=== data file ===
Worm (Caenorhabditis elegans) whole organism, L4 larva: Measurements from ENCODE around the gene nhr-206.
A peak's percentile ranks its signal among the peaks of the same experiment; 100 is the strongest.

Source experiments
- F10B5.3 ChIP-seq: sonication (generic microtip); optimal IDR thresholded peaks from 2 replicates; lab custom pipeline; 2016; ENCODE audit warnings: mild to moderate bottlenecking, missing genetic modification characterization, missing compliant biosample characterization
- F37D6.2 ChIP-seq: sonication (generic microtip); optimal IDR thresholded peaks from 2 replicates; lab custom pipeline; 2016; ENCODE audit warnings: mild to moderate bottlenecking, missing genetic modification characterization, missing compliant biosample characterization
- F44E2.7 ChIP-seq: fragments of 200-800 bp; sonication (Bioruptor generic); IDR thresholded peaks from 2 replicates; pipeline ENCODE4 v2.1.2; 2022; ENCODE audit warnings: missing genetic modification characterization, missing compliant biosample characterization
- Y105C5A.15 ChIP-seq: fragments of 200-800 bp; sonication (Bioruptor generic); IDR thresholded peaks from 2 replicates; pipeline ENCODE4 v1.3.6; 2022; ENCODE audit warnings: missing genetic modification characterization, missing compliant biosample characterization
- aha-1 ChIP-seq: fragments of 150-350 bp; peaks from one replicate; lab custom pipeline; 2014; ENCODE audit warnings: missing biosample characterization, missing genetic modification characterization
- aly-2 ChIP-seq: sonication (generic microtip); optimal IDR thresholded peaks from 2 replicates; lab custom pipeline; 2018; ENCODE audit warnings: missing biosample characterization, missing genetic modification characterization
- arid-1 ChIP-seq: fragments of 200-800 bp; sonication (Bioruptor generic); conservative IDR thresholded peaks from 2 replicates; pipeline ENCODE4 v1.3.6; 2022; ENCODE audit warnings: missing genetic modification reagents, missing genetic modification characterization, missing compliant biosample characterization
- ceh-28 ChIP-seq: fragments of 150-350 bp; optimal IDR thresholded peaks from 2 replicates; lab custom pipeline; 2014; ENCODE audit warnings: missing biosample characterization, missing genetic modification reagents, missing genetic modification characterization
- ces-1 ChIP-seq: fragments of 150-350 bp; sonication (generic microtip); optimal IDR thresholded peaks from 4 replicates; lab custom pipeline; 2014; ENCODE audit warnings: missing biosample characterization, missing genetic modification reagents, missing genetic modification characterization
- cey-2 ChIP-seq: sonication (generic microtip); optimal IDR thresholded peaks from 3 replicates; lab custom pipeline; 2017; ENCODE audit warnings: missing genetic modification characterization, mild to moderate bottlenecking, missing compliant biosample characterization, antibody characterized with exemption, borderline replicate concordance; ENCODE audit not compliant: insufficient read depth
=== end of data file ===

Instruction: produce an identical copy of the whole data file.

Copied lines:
Worm (Caenorhabditis elegans) whole organism, L4 larva: Measurements from ENCODE around the gene nhr-206.
A peak's percentile ranks its signal among the peaks of the same experiment; 100 is the strongest.

Source experiments
- F10B5.3 ChIP-seq: sonication (generic microtip); optimal IDR thresholded peaks from 2 replicates; lab custom pipeline; 2016; ENCODE audit warnings: mild to moderate bottlenecking, missing genetic modification characterization, missing compliant biosample characterization
- F37D6.2 ChIP-seq: sonication (generic microtip); optimal IDR thresholded peaks from 2 replicates; lab custom pipeline; 2016; ENCODE audit warnings: mild to moderate bottlenecking, missing genetic modification characterization, missing compliant biosample characterization
- F44E2.7 ChIP-seq: fragments of 200-800 bp; sonication (Bioruptor generic); IDR thresholded peaks from 2 replicates; pipeline ENCODE4 v2.1.2; 2022; ENCODE audit warnings: missing genetic modification characterization, missing compliant biosample characterization
- Y105C5A.15 ChIP-seq: fragments of 200-800 bp; sonication (Bioruptor generic); IDR thresholded peaks from 2 replicates; pipeline ENCODE4 v1.3.6; 2022; ENCODE audit warnings: missing genetic modification characterization, missing compliant biosample characterization
- aha-1 ChIP-seq: fragments of 150-350 bp; peaks from one replicate; lab custom pipeline; 2014; ENCODE audit warnings: missing biosample characterization, missing genetic modification characterization
- aly-2 ChIP-seq: sonication (generic microtip); optimal IDR thresholded peaks from 2 replicates; lab custom pipeline; 2018; ENCODE audit warnings: missing biosample characterization, missing genetic modification characterization
- arid-1 ChIP-seq: fragments of 200-800 bp; sonication (Bioruptor generic); conservative IDR thresholded peaks from 2 replicates; pipeline ENCODE4 v1.3.6; 2022; ENCODE audit warnings: missing genetic modification reagents, missing genetic modification characterization, missing compliant biosample characterization
- ceh-28 ChIP-seq: fragments of 150-350 bp; optimal IDR thresholded peaks from 2 replicates; lab custom pipeline; 2014; ENCODE audit warnings: missing biosample characterization, missing genetic modification reagents, missing genetic modification characterization
- ces-1 ChIP-seq: fragments of 150-350 bp; sonication (generic microtip); optimal IDR thresholded peaks from 4 replicates; lab custom pipeline; 2014; ENCODE audit warnings: missing biosample characterization, missing genetic modification reagents, missing genetic modification characterization
- cey-2 ChIP-seq: sonication (generic microtip); optimal IDR thresholded peaks from 3 replicates; lab custom pipeline; 2017; ENCODE audit warnings: missing genetic modification characterization, mild to moderate bottlenecking, missing compliant biosample characterization, antibody characterized with exemption, borderline replicate concordance; ENCODE audit not compliant: insufficient read depth